I was in France 20 years after my last high school French class. When I first landed I wanted to go to Caen but pronounced it like Cannes. I made many mistakes like this. However, at the end of the first week I was ordering in rough French and, best of all, I could understand a lot. Now, I realize the locals were compensating with my crude language skills however a lot of what i learned in high school was just dormant and did begin to surface. I do believe that, had I spent a month there, the French language would have oozed out!
In other words, any language training you’ve had, no matter how long ago, can resurface.
That makes me feel better 🙂 Good to know my hard work into French hasn’t disappeared completely! I’ve been away from it for sometime but will put my skills to the test next time.
This a great idea, especially because when the locals know you are trying to make an effort, they are much more helpful! I would also add to figure out how to say a couple of items on a menu. That way even if you are lost, you can eat! You’d be surprised how helpful this can be. I have a cheat sheet with me to help me remember pronunciations the way I would say them, because often it is not spelled how I would say it in the guidebook. Thanks for this post!
Brooke, great advice on learning some things off the menu. Seems I forgot food and drink according to the comments! You’re absolutely right when you say a little bit of effort learning a few words goes a long way with the locals. It’s an enriching experience as well!
Well written and an important reminder Anil. Lately, because of my blog posts; I’ve had quite a few visitors and guided them around in Oslo, Norway. Most of them speaks English and know I do too.
However, this has something to do with respect for the one you visit and even if the pronunciation isn’t correct, it should be easy to try at least, hello, good morning, thanks e.g.
Ha en god helg! (Have a nice weekend in Norwegian 🙂 )
Language to me is absolutely fascinating, so I always try and learn as much as possible before going and while abroad. It can be tough if English is your native tongue because so many people everywhere speak it and want to practice speaking English just like you want to practice speaking whatever language is native to where you’re traveling. You might want to add “Where is the bathroom” and “Beer” though! Great post Anil!
Hey Grant, come to think of it that’s another aspect of English I hadn’t thought about – everyone wants to practice theirs with you! Having English as your primary language makes it easy to get complacent but it doesn’t have to be that way.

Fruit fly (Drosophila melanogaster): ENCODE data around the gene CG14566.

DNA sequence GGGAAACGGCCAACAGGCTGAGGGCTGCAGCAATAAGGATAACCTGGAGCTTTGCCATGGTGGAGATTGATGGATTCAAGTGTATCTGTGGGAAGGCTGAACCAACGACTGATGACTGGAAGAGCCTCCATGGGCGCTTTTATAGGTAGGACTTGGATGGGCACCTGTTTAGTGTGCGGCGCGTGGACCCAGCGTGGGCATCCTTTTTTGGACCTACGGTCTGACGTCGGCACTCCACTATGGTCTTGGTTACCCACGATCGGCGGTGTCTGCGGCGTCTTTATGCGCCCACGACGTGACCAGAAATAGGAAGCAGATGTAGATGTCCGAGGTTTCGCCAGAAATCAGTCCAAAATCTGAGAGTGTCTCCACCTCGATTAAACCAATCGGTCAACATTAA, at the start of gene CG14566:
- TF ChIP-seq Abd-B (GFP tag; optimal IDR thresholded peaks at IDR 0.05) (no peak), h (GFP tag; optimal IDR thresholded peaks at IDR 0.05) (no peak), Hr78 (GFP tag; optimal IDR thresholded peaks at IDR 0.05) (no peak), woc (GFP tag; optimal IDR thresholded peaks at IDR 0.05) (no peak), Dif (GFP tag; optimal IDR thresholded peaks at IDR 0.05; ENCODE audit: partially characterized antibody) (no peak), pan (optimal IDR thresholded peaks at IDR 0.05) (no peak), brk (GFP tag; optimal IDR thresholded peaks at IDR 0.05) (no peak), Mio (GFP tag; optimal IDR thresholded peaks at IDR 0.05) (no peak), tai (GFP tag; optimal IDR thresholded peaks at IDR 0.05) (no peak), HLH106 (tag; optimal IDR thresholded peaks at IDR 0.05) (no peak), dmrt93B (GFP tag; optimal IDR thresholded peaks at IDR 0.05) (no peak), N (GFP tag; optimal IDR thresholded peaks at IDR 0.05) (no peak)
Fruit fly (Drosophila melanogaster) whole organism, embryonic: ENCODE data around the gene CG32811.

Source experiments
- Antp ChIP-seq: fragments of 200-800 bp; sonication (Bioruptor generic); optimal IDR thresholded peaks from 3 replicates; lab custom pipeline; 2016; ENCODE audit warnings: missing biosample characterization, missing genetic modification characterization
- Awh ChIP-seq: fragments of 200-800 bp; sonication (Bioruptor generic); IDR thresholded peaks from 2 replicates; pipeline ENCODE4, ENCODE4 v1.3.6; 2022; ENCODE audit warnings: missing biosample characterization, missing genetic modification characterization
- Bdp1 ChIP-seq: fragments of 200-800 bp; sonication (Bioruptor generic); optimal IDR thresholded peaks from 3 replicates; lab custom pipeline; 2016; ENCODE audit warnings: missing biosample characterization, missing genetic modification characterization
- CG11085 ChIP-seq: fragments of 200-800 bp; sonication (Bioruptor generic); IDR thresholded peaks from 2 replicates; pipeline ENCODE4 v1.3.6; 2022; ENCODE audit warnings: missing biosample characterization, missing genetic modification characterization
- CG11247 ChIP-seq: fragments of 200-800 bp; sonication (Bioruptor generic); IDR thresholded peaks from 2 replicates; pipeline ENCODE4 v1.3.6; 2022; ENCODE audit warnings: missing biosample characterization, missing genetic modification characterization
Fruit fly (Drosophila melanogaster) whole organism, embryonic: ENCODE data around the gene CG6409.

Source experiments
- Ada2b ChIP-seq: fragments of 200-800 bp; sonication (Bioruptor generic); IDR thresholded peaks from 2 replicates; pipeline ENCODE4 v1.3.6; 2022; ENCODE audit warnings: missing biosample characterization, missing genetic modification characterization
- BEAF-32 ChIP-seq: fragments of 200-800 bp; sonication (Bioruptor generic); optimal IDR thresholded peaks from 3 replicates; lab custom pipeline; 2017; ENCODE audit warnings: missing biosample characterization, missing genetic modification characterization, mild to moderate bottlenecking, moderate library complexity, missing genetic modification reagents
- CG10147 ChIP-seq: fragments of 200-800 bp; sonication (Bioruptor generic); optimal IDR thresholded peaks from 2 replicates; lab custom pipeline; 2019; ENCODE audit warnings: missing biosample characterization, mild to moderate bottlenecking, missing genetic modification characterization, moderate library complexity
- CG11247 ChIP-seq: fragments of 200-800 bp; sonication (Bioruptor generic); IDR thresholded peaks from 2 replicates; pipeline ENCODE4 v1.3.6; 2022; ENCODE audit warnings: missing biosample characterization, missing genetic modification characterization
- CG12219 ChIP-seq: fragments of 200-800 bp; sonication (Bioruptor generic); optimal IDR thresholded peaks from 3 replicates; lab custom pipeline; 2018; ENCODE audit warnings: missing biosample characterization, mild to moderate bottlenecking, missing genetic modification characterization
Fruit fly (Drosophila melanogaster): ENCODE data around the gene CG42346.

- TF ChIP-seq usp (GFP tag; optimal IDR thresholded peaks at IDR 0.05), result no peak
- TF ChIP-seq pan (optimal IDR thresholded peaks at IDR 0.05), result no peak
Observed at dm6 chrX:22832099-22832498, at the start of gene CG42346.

“Beer” and “where’s the bathroom” are good ones, and in that order!
At least this time I am going to the US, again. No problem about those simple words. The problem is: I will wait for a flight in Bogota, 12 hours of waiting. Although Portuguese and Spanish are almost the same, I don’t speak more than five words in Spanish. Need to learn those words in Spanish.
Hi Erica, tries these free resources:
in 12 hours you’ll be have plenty of time to learn lots of Spanish! Have a safe trip, where in the US?
Learning a few language basics shows respect to the people and countries that you visit.
I agree; plus it makes getting around just a bit easier too.
Hey great list. This should be some sort of a requirement before entering a country. lol. Learning Hello, Good Bye, Thank You, and Please is a must. I try to pick up a few others like bathroom, this, that, where, and whatever other people teach me. Hand and body movements by the way are a universal language. Use them wisely and you can nearly ask for anything. And they get a kick out of you trying to say bathroom with your hands lol.
Knowing a few words makes it so much easier to piece together some decent conversations or at least find the bathroom. I wonder what the universal ‘pee’ sign would be…? Pointing from your crotch to the ground seems to be one I’ve used and come across several times.
It’s truely great to learn a few local language but sometimes it’s more fun than useful. It’s useful to connect with the local in a friendly manner but it’s not neccessary useful to communicate with the locals. I experienced that when I was in Italy and tried the fun to ask ‘Quanta Costa?’ to the stall. He then thought I’m a local and answered me with language that I could not understand further! Finally we have to use universal finger language… 🙂
That’s always a great moment – when you utter a word you’ve just learned in a foreign language and the other person goes on with a few sentences you can’t understand. Followed by the awkward, “I don’t know the language” and subsequent, “it’s ok look and smile”.